If you want to use a free source control service, there are still a few options.
I’m working on a website that will allow users to log in using OAuth credentials from the likes of Twitter, Google, etc. To do this, I have to register with these various providers and get a super-secret API key that I have to protect with pledges against various body parts. If my key gets ganked, the part gets yanked.
The API key has to travel with my source, as it is used at runtime to perform authentication requests. In my case, the key must exist within the application in a configuration file or within the code itself. That isn’t a problem when I build and publish from a single machine. However, when we throw source control into the mix, things get more complicated.
As I’m a cheap bastard, I’d much prefer to use free source control services such as TFS in the cloud or GitHub. This leaves me with a slight conundrum:
How can I keep my body intact when my API keys are in my code, and my code is available in a public repository?
I can think of a number of ways to handle this, but none of them are that satisfying.
- I could remove all private info from code, and edit it back in after deployment. This would be a severe pain to implement (I won’t detail the many ways), and isn’t an option.
- I could encrypt it. But as I have to decrypt it, anyone with the source could figure out how to do so. Pointless.
- I could pay for private source control. LOL j/k spend money? Please.
- I could use language features to segregate sensitive info from the rest of my source and therefore keep it from source control. This is what I’m doing now, but it could easily be screwed up by mistakenly checking in the secret file.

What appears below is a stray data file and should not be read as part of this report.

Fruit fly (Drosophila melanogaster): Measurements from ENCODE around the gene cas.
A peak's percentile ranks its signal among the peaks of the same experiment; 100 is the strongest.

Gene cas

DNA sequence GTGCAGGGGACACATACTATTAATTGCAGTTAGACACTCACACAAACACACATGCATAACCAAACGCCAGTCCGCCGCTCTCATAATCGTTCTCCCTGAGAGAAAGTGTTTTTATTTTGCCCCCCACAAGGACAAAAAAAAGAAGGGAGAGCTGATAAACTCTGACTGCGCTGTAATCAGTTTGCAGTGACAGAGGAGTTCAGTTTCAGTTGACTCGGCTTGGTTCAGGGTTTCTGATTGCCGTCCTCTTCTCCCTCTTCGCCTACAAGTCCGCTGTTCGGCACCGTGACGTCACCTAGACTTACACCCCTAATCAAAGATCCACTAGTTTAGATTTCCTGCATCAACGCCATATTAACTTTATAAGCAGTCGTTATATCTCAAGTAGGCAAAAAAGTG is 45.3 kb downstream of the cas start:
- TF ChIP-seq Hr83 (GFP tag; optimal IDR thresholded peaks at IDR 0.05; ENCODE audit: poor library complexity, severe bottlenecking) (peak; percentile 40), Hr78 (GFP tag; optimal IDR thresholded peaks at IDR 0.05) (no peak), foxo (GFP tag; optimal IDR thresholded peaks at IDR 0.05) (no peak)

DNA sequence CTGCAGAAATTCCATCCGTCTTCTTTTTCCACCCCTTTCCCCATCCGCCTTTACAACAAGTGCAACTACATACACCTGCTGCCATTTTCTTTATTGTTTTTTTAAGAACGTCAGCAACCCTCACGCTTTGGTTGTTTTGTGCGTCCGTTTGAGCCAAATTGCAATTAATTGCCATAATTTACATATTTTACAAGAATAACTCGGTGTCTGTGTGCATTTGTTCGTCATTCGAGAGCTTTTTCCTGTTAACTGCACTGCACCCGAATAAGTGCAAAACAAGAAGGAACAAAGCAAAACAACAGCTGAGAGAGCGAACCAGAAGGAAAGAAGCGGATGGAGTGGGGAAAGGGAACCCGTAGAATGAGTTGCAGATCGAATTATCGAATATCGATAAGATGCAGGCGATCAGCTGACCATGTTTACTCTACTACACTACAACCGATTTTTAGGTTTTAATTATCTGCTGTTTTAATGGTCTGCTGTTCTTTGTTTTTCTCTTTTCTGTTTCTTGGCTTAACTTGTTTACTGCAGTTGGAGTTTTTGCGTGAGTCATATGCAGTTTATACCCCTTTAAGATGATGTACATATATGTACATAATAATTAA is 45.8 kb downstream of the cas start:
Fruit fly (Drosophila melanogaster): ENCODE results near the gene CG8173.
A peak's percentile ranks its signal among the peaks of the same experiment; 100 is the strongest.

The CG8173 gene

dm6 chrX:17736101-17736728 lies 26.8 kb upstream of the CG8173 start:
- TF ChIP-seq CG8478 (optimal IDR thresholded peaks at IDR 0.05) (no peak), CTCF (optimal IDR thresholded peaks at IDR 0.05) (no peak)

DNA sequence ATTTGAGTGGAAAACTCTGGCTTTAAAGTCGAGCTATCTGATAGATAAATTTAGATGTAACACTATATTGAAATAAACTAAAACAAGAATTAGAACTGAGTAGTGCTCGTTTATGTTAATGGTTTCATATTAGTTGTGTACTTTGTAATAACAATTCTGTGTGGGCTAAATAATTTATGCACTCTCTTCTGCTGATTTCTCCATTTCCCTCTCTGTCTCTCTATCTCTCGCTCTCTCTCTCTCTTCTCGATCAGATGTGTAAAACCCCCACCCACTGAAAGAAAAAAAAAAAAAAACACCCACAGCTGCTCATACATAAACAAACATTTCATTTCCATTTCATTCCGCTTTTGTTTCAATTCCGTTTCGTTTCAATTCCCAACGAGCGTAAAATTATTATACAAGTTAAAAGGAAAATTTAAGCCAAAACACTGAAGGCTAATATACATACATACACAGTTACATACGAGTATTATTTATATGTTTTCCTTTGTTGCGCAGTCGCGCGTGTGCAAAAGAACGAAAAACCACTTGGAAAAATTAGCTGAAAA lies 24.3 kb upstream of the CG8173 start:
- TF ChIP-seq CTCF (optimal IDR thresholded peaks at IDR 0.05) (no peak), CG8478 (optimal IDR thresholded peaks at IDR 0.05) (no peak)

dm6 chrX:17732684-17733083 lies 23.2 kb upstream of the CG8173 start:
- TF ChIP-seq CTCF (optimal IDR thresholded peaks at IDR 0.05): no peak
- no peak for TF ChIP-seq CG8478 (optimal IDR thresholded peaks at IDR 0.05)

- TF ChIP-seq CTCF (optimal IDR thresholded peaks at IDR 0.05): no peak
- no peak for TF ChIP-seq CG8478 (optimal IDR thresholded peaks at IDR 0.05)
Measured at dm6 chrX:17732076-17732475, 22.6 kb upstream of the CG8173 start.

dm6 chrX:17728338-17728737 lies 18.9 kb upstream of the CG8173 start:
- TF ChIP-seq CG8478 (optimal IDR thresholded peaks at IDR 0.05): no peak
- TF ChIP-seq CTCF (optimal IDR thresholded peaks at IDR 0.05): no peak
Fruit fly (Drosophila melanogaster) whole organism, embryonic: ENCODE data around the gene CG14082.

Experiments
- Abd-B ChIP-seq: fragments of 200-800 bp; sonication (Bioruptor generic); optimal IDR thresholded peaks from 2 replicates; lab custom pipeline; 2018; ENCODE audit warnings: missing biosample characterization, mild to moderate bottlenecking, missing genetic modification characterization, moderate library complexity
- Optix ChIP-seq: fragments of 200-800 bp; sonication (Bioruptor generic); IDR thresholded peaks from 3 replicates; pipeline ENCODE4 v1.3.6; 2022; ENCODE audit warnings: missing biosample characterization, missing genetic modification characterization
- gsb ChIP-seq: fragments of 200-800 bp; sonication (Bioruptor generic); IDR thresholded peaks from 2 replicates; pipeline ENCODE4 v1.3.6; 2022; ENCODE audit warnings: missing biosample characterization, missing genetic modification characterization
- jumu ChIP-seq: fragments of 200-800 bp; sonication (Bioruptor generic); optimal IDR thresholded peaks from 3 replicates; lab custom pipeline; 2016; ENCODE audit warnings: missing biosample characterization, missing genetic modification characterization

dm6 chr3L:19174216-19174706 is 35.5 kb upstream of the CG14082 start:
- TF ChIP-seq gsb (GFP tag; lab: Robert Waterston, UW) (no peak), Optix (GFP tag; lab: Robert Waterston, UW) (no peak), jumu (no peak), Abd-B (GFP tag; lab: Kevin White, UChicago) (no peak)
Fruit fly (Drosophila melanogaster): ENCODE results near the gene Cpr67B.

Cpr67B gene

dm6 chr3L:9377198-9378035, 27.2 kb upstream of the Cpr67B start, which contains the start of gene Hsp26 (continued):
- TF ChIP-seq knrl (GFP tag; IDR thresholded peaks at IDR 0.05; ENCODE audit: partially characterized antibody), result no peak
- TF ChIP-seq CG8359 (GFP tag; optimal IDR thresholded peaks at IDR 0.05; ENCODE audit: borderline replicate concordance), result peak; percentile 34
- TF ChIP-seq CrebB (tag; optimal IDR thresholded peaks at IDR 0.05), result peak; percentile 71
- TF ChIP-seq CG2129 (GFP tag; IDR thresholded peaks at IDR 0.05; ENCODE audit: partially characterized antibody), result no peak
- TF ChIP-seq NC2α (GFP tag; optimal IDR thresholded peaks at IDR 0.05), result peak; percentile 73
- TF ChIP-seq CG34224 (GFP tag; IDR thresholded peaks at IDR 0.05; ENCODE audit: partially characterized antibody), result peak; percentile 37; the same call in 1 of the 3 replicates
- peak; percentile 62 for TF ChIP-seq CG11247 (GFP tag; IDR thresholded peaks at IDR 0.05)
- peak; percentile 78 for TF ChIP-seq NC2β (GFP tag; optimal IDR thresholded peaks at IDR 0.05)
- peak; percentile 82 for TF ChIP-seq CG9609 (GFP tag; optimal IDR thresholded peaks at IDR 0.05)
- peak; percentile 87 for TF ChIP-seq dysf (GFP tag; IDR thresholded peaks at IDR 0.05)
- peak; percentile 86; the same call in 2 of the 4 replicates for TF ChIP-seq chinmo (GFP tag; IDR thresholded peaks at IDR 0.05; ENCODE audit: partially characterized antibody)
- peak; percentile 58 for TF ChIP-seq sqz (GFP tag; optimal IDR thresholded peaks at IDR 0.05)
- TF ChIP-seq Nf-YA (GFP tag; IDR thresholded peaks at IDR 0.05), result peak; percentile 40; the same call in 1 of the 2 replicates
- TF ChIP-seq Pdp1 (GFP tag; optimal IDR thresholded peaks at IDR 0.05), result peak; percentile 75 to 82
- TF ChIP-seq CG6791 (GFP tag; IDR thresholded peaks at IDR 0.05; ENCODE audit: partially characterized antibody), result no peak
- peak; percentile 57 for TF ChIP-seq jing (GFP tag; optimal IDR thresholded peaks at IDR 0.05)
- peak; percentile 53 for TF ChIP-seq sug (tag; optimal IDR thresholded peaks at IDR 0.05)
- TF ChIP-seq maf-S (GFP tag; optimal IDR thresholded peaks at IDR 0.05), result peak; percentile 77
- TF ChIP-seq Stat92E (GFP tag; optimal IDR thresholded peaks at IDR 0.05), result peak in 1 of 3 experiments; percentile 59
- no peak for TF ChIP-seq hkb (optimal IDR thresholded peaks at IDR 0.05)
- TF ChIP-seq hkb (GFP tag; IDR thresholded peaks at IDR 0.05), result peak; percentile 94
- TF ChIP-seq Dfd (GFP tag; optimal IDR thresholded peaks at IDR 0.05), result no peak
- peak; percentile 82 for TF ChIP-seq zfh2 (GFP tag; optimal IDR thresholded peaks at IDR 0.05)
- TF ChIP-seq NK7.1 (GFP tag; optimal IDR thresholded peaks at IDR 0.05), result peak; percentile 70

I’m really looking for a guaranteed way to ensure I don’t share my privates with the world (except on snapchat) that will work smoothly through development, debugging, and deployment and be foolproof as well. This is completely unrealistic. So what realistically can I do?
See the original question here.
Config file to the rescue
Philipp answers (41 votes):
Don’t put your secret information in your code. Put it into a configuration file which is read by your code at startup. Configuration files shouldn’t be put on version control, unless they are the “factory defaults,” and then they shouldn’t have any private information.
See also the question “Version control and personal configuration file” for how to do this well.
Let us count the ways
Lazy Badger answers (13 votes):
The pure git way
.gitignoreincluded file with private data
- Use a local branch, in which you replace
- Use smudge/clean filters, in which (local) filter’s script perform bidirectional replacement
The mercurial way
- MQ-patch(es) on top of dummy code, which replace
DATA(changesets are public, patch is private)
- Keyword extension with specially designed keywords (expanded only in your working directory)
- Have replacement of keywords as part of build/deploy process
Ioannis Tzikas answers (9 votes):
You could put all the private/protected keys as system environment variables. Your configuration file will look like this:
This is how we handle those cases and nothing goes into code. It works very well combined with different property files and profiles. We use different property files for different environments. In our local development environment we put the development keys in the property files to simplify the local setup:
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